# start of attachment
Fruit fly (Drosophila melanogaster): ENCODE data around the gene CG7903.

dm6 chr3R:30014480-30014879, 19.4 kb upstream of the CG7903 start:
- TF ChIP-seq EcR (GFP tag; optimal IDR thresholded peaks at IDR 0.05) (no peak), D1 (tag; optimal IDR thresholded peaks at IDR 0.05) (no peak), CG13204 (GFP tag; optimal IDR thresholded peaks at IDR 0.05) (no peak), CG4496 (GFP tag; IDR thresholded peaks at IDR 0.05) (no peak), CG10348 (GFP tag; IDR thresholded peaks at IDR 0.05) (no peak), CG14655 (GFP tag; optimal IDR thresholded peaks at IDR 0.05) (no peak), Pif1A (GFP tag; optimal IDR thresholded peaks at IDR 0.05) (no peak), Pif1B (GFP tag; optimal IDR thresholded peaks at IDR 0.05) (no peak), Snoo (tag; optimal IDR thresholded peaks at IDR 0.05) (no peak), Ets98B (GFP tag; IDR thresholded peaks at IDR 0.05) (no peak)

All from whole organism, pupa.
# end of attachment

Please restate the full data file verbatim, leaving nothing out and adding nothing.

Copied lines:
Fruit fly (Drosophila melanogaster): ENCODE data around the gene CG7903.

dm6 chr3R:30014480-30014879, 19.4 kb upstream of the CG7903 start:
- TF ChIP-seq EcR (GFP tag; optimal IDR thresholded peaks at IDR 0.05) (no peak), D1 (tag; optimal IDR thresholded peaks at IDR 0.05) (no peak), CG13204 (GFP tag; optimal IDR thresholded peaks at IDR 0.05) (no peak), CG4496 (GFP tag; IDR thresholded peaks at IDR 0.05) (no peak), CG10348 (GFP tag; IDR thresholded peaks at IDR 0.05) (no peak), CG14655 (GFP tag; optimal IDR thresholded peaks at IDR 0.05) (no peak), Pif1A (GFP tag; optimal IDR thresholded peaks at IDR 0.05) (no peak), Pif1B (GFP tag; optimal IDR thresholded peaks at IDR 0.05) (no peak), Snoo (tag; optimal IDR thresholded peaks at IDR 0.05) (no peak), Ets98B (GFP tag; IDR thresholded peaks at IDR 0.05) (no peak)

All from whole organism, pupa.